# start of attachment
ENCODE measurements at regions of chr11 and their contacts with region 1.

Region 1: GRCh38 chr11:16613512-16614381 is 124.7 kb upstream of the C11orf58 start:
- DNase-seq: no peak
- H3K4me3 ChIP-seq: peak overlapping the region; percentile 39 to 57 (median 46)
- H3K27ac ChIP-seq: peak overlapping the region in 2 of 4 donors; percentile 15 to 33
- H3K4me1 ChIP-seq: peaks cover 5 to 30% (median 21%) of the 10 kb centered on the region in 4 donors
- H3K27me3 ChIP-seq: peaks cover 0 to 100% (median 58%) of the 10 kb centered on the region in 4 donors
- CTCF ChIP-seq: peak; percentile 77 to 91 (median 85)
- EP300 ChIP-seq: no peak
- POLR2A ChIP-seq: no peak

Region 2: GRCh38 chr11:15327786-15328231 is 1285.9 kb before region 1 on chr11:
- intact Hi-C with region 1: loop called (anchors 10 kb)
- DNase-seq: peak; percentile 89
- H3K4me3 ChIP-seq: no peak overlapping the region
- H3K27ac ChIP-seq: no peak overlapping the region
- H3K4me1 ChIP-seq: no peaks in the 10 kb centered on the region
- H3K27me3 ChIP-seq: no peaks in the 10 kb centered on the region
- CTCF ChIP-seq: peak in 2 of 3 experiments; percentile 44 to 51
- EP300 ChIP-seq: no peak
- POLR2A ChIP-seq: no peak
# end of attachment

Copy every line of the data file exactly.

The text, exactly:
ENCODE measurements at regions of chr11 and their contacts with region 1.

Region 1: GRCh38 chr11:16613512-16614381 is 124.7 kb upstream of the C11orf58 start:
- DNase-seq: no peak
- H3K4me3 ChIP-seq: peak overlapping the region; percentile 39 to 57 (median 46)
- H3K27ac ChIP-seq: peak overlapping the region in 2 of 4 donors; percentile 15 to 33
- H3K4me1 ChIP-seq: peaks cover 5 to 30% (median 21%) of the 10 kb centered on the region in 4 donors
- H3K27me3 ChIP-seq: peaks cover 0 to 100% (median 58%) of the 10 kb centered on the region in 4 donors
- CTCF ChIP-seq: peak; percentile 77 to 91 (median 85)
- EP300 ChIP-seq: no peak
- POLR2A ChIP-seq: no peak

Region 2: GRCh38 chr11:15327786-15328231 is 1285.9 kb before region 1 on chr11:
- intact Hi-C with region 1: loop called (anchors 10 kb)
- DNase-seq: peak; percentile 89
- H3K4me3 ChIP-seq: no peak overlapping the region
- H3K27ac ChIP-seq: no peak overlapping the region
- H3K4me1 ChIP-seq: no peaks in the 10 kb centered on the region
- H3K27me3 ChIP-seq: no peaks in the 10 kb centered on the region
- CTCF ChIP-seq: peak in 2 of 3 experiments; percentile 44 to 51
- EP300 ChIP-seq: no peak
- POLR2A ChIP-seq: no peak